If you have not worked with a patient advocate or have lost or forgotten his or her contact information, just call TranscendRare for assistance at 1-855-823-7878.

We're only a phone call away!

Call TranscendRare
Monday to Friday 9 AM to 8 PM (EST)

Important Safety information

Ravicti® (glycerol phenylbutyrate) oral liquid indications and usage

Approved Uses for RAVICTI® (glycerol phenylbutyrate) Oral Liquid

RAVICTI is a prescription medicine used in adults and children 2 months of age and older for long-term management of high levels of ammonia in the blood (hyperammonemia) caused by a condition called a urea cycle disorder (UCD). RAVICTI must be used along with a low-protein diet and, in some cases, dietary supplements. RAVICTI should only be used if the UCD cannot be managed with a low-protein diet and dietary supplements alone.

RAVICTI is not used to treat extremely high levels of ammonia in the blood (hyperammonemic crises) in people with UCDs as they may require rapidly acting medication.

It is not known if RAVICTI is safe and effective for the treatment of N-acetylglutamate synthase (NAGS) deficiency.

It is not known if RAVICTI is safe and effective for children younger than 2 months.

Detailed Important Safety Information

Who should not take RAVICTI:

Children younger than 2 months should not take RAVICTI because they may not be able to digest it.

Do not take RAVICTI if you are allergic to phenylbutyrate. Call your doctor or go to the nearest hospital emergency room if you have symptoms of an allergic reaction, such as wheezing, shortness of breath, cough, low blood pressure, flushing, nausea, or rash while taking RAVICTI.

RAVICTI may cause serious side effects:

The breakdown of RAVICTI produces the byproduct phenylacetate, which may cause nervous system side effects. Call your doctor or get medical help right away if you have any of these symptoms while taking RAVICTI: sleepiness; lightheadedness; change in taste; problems with hearing; confusion; problems with memory; worsening of numbness, tingling, or burning in your hands or feet; headache, tiredness; nausea; or vomiting.

What are the possible side effects of RAVICTI?

The most common side effects of RAVICTI in adults include diarrhea, gas, headache, nausea, vomiting, tiredness, decreased appetite, and dizziness.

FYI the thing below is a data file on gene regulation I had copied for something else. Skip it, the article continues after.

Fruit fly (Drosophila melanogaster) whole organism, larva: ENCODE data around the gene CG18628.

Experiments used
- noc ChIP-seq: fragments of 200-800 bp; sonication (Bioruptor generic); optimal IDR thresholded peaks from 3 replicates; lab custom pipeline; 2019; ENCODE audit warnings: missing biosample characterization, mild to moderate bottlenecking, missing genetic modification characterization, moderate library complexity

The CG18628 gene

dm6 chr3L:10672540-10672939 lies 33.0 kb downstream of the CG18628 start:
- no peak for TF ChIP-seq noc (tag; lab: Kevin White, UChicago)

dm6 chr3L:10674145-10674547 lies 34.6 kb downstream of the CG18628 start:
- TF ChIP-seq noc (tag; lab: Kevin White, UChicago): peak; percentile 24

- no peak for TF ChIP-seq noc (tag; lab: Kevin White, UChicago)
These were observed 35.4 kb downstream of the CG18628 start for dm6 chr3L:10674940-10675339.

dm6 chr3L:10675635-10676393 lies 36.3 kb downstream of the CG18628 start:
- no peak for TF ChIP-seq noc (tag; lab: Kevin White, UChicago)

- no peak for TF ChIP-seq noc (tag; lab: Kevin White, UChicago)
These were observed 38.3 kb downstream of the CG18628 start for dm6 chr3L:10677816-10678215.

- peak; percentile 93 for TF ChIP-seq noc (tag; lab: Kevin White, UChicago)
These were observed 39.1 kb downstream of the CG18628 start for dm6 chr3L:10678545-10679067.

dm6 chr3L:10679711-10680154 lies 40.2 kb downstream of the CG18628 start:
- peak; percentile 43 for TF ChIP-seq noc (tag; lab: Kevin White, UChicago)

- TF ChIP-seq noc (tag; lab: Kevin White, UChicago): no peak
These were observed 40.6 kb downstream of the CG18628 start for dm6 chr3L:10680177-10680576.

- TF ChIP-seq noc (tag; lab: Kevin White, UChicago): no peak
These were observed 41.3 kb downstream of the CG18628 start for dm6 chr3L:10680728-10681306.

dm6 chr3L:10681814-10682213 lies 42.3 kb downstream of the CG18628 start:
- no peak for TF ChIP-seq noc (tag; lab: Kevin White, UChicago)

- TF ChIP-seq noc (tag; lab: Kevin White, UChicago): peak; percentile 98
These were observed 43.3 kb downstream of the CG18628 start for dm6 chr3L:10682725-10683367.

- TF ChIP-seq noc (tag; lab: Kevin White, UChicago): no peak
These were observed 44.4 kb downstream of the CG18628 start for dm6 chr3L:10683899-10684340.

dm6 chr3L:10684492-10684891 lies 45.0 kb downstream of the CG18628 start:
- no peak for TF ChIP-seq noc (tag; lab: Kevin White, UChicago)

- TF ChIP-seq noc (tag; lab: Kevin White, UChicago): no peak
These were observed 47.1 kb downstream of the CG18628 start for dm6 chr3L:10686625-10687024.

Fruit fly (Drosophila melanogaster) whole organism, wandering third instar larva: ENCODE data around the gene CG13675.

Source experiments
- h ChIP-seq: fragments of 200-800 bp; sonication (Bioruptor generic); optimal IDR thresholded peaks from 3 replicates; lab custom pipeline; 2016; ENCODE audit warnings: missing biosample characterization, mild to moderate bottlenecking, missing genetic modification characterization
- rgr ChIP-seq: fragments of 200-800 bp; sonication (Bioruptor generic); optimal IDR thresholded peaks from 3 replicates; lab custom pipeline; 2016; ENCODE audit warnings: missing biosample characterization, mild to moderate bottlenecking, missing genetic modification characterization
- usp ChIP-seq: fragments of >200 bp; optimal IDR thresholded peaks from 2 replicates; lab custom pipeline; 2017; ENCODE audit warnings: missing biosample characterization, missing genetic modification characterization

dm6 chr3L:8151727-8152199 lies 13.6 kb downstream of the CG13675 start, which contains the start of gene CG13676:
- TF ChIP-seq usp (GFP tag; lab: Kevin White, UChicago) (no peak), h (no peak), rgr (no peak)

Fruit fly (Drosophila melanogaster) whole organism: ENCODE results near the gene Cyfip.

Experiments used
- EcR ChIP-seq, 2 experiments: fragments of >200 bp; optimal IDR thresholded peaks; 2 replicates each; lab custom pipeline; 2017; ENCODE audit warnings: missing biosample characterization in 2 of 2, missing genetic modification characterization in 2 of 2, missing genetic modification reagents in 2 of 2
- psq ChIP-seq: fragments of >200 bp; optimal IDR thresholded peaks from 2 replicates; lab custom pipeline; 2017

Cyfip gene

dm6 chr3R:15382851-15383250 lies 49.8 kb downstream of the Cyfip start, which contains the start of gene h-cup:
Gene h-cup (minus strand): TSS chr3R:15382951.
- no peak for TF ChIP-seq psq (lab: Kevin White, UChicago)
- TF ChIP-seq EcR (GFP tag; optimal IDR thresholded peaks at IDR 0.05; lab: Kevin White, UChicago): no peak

The most common side effects of RAVICTI in children ages 2 to 17 years include stomach pain, nausea, vomiting, diarrhea, decreased appetite, and headache.

The most common side effects of RAVICTI in children ages 2 months to younger than 2 years include decreased level of a type of white blood cell, vomiting, diarrhea, fever, decreased appetite, cough, nasal congestion, runny nose, and rash.

Tell your doctor if you have any side effect that bothers you or that does not go away. These are not all of the possible side effects of RAVICTI. Call your doctor for medical advice about side effects.

Before you take RAVICTI:

Tell your doctor if you have liver or kidney problems, pancreas or bowel (intestine) problems, or any other medical conditions. Tell your doctor if you are pregnant or plan to become pregnant. It is not known if RAVICTI will harm your unborn baby. Tell your doctor if you are breastfeeding or plan to breastfeed. It is not known if RAVICTI passes into your breast milk. Breastfeeding is not recommended during treatment with RAVICTI. Talk to your doctor about the best way to feed your baby if you take RAVICTI.

Talk to your doctor about participating in a UCD registry. The purpose of this registry is to collect information about people with UCDs to improve care. For more information about the registry program, call 1-855-823-2595 or visit

You are encouraged to report negative side effects of prescription drugs to the FDA. Visit or call 1-800-FDA-1088.

This information is not comprehensive. To learn more, talk to your healthcare provider or pharmacist. The FDA-approved product labeling, including the Medication Guide can be found at